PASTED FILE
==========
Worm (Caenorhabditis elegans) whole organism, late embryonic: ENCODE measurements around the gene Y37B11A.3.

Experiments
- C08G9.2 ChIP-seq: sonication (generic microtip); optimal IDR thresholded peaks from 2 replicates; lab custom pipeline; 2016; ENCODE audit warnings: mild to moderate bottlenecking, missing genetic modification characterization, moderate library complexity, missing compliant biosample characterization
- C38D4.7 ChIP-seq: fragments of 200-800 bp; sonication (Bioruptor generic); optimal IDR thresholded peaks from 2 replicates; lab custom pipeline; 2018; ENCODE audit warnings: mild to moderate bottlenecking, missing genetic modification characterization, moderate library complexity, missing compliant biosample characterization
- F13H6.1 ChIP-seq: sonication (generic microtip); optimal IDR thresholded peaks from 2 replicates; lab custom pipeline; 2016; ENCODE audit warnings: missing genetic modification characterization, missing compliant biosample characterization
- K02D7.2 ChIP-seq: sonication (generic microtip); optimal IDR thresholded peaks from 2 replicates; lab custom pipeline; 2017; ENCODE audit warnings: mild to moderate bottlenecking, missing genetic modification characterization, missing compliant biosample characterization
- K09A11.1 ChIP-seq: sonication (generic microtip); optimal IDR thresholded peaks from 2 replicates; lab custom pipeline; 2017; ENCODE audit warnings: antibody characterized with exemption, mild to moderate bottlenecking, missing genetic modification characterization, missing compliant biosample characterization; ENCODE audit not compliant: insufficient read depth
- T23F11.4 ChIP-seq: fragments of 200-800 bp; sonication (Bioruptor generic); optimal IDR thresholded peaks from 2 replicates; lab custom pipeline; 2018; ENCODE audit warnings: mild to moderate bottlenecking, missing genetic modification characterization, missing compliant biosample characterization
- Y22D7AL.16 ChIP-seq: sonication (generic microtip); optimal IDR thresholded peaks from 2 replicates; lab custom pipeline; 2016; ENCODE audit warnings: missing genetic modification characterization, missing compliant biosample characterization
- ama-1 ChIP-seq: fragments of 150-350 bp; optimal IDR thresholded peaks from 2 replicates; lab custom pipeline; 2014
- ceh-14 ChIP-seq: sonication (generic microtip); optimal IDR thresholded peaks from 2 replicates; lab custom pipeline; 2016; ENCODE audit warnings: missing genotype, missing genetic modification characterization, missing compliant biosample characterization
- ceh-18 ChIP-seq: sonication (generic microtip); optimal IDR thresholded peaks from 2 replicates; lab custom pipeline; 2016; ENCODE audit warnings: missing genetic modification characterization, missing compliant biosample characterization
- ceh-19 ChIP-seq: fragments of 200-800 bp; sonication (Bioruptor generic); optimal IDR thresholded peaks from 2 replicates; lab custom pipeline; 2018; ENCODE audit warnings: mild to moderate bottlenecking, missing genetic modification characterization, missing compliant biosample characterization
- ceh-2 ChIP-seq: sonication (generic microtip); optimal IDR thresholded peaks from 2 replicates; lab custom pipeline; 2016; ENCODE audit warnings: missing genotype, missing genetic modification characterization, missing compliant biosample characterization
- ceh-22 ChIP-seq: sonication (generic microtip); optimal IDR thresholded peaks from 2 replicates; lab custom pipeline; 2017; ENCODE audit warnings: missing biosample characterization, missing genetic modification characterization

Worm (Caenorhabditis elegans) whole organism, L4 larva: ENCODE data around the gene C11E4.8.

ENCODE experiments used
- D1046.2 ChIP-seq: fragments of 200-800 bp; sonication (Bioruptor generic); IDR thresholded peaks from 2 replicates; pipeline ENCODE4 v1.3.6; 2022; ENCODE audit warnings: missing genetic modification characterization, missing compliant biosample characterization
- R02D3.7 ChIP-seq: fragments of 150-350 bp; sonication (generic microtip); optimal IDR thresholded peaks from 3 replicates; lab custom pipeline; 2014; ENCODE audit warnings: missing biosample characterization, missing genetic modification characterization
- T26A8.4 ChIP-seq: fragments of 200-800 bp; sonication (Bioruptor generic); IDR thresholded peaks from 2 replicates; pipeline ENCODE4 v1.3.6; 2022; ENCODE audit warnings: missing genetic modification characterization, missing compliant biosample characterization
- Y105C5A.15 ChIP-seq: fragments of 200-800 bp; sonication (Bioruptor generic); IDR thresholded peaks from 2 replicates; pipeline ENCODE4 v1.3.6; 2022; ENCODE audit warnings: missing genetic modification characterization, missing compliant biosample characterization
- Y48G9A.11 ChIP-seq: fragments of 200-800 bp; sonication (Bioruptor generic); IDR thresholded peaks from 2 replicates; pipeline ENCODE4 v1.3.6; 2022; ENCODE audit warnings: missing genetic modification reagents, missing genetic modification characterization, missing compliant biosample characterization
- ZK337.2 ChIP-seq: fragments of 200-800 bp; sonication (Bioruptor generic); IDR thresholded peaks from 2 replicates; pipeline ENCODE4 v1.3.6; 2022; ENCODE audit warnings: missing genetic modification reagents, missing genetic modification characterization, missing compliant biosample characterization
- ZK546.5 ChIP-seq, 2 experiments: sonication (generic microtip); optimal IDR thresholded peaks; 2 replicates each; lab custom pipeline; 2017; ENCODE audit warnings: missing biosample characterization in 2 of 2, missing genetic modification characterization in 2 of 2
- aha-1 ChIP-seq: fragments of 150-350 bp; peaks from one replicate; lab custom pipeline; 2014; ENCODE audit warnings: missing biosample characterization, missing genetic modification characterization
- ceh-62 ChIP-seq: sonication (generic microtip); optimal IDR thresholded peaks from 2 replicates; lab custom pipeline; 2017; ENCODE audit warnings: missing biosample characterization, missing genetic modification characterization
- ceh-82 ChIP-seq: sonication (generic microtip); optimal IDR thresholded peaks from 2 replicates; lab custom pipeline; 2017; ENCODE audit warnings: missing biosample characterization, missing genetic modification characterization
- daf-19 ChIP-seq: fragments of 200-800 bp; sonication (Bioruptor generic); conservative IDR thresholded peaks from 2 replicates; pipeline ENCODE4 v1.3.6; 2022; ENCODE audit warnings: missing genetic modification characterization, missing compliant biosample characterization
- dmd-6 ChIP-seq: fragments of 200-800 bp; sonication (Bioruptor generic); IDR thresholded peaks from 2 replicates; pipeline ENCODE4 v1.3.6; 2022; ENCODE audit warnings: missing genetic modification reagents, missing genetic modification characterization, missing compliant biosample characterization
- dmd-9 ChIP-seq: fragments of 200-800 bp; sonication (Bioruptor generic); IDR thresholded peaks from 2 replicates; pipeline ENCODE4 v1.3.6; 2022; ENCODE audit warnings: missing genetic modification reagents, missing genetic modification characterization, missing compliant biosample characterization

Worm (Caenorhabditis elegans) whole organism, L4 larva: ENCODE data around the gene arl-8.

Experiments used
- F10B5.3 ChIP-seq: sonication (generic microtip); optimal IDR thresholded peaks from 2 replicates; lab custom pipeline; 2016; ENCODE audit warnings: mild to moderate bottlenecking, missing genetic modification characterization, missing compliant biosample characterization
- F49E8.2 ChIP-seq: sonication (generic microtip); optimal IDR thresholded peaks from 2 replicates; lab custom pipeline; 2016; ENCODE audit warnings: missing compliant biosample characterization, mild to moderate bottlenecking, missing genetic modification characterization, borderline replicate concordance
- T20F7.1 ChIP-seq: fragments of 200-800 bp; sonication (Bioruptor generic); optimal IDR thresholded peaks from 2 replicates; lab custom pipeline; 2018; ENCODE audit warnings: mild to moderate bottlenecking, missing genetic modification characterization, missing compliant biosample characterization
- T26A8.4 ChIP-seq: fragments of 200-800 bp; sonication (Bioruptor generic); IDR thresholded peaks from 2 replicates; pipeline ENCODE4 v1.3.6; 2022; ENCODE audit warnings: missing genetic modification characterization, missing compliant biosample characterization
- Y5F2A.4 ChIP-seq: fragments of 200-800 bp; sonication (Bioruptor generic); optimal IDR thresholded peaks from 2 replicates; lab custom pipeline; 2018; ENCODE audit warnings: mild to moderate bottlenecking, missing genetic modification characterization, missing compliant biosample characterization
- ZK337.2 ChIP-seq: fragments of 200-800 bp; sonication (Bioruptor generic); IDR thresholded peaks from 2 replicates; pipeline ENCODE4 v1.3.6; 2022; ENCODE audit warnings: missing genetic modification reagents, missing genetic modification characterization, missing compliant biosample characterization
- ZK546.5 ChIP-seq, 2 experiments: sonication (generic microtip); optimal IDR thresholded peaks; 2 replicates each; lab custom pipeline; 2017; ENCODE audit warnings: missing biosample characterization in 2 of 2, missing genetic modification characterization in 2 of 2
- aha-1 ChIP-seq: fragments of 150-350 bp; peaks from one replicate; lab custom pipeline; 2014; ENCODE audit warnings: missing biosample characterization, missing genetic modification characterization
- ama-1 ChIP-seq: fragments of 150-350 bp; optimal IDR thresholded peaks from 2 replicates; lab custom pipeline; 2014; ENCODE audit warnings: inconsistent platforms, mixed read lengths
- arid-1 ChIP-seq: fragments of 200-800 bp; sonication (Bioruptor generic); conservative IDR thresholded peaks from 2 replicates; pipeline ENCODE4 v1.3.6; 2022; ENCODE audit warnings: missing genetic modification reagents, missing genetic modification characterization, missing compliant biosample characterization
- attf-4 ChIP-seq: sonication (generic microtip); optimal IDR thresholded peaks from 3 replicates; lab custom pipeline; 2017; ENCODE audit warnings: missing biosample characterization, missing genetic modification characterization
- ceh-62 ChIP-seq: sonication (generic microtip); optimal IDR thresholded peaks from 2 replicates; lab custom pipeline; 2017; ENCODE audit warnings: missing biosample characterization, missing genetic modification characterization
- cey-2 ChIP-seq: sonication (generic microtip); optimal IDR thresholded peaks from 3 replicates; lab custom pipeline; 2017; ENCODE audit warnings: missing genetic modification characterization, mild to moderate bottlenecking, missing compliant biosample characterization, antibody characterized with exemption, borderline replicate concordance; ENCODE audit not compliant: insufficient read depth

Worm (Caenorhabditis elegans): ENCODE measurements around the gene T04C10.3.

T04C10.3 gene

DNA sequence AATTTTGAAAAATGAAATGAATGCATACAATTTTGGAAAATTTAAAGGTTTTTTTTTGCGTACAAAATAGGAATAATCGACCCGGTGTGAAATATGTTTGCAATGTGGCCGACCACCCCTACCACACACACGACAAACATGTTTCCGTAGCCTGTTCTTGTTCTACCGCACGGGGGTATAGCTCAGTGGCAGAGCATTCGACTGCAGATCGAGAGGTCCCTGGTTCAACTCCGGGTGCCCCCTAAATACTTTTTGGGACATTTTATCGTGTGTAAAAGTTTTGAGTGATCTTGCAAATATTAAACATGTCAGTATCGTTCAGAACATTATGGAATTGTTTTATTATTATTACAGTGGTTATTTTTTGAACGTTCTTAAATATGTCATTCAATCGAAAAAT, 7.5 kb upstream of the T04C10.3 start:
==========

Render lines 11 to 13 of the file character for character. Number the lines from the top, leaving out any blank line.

- ceh-14 ChIP-seq: sonication (generic microtip); optimal IDR thresholded peaks from 2 replicates; lab custom pipeline; 2016; ENCODE audit warnings: missing genotype, missing genetic modification characterization, missing compliant biosample characterization
- ceh-18 ChIP-seq: sonication (generic microtip); optimal IDR thresholded peaks from 2 replicates; lab custom pipeline; 2016; ENCODE audit warnings: missing genetic modification characterization, missing compliant biosample characterization
- ceh-19 ChIP-seq: fragments of 200-800 bp; sonication (Bioruptor generic); optimal IDR thresholded peaks from 2 replicates; lab custom pipeline; 2018; ENCODE audit warnings: mild to moderate bottlenecking, missing genetic modification characterization, missing compliant biosample characterization